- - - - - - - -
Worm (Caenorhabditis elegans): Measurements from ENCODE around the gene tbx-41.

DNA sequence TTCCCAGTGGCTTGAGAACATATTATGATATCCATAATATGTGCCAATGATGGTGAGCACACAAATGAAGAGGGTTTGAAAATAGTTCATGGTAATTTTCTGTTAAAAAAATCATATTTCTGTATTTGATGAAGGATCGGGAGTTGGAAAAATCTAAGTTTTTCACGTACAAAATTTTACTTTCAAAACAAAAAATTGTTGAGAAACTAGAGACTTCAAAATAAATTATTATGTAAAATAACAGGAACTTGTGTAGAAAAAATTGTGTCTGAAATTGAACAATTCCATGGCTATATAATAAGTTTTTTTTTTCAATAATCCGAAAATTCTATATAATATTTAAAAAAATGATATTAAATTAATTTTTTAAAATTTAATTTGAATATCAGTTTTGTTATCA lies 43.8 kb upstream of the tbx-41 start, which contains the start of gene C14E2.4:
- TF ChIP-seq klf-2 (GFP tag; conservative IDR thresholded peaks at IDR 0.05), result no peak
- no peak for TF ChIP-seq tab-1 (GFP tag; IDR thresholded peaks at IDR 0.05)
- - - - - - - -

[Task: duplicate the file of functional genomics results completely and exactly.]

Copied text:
Worm (Caenorhabditis elegans): Measurements from ENCODE around the gene tbx-41.

DNA sequence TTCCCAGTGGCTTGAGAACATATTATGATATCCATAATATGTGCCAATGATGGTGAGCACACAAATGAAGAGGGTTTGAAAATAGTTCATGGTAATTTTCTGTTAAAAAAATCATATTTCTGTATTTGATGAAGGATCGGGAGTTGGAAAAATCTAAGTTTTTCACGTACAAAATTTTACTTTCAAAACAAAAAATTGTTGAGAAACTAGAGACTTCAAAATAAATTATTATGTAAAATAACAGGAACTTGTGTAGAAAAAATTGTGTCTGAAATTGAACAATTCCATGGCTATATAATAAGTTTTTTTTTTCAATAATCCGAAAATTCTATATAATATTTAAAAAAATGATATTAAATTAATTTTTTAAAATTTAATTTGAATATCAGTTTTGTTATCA lies 43.8 kb upstream of the tbx-41 start, which contains the start of gene C14E2.4:
- TF ChIP-seq klf-2 (GFP tag; conservative IDR thresholded peaks at IDR 0.05), result no peak
- no peak for TF ChIP-seq tab-1 (GFP tag; IDR thresholded peaks at IDR 0.05)